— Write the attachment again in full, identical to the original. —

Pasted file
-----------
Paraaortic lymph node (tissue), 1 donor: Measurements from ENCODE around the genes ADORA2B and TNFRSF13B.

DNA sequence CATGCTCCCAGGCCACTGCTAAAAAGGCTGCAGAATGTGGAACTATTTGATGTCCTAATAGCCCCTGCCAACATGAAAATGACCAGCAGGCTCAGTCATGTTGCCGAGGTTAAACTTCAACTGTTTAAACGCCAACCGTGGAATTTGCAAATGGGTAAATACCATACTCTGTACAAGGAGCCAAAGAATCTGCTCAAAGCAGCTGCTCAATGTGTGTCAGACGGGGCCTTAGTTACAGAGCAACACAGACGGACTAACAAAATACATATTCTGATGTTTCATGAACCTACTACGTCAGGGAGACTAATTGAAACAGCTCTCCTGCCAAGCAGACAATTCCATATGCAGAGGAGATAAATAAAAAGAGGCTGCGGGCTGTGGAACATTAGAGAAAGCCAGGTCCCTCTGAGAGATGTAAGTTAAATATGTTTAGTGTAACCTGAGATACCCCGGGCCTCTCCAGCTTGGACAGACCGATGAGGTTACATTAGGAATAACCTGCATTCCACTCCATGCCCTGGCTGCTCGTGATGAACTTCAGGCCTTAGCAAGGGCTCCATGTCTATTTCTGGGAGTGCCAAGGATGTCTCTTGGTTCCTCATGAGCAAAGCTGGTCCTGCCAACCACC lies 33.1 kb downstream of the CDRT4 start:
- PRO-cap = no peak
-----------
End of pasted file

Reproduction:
Paraaortic lymph node (tissue), 1 donor: Measurements from ENCODE around the genes ADORA2B and TNFRSF13B.

DNA sequence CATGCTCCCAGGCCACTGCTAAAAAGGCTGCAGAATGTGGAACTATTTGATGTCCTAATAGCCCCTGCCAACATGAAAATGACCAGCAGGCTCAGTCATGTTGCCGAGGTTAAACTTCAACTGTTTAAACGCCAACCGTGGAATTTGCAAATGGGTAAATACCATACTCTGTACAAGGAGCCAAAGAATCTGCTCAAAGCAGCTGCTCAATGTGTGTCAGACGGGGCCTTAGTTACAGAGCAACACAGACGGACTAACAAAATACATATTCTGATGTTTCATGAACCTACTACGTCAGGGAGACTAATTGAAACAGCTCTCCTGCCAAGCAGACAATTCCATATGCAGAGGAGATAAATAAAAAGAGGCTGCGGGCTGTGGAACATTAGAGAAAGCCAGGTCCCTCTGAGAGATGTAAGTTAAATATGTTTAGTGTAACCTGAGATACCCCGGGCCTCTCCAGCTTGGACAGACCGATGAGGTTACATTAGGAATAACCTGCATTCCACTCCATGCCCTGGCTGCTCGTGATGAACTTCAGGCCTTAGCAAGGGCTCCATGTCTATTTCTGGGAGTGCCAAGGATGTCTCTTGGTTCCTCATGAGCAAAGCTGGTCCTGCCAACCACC lies 33.1 kb downstream of the CDRT4 start:
- PRO-cap = no peak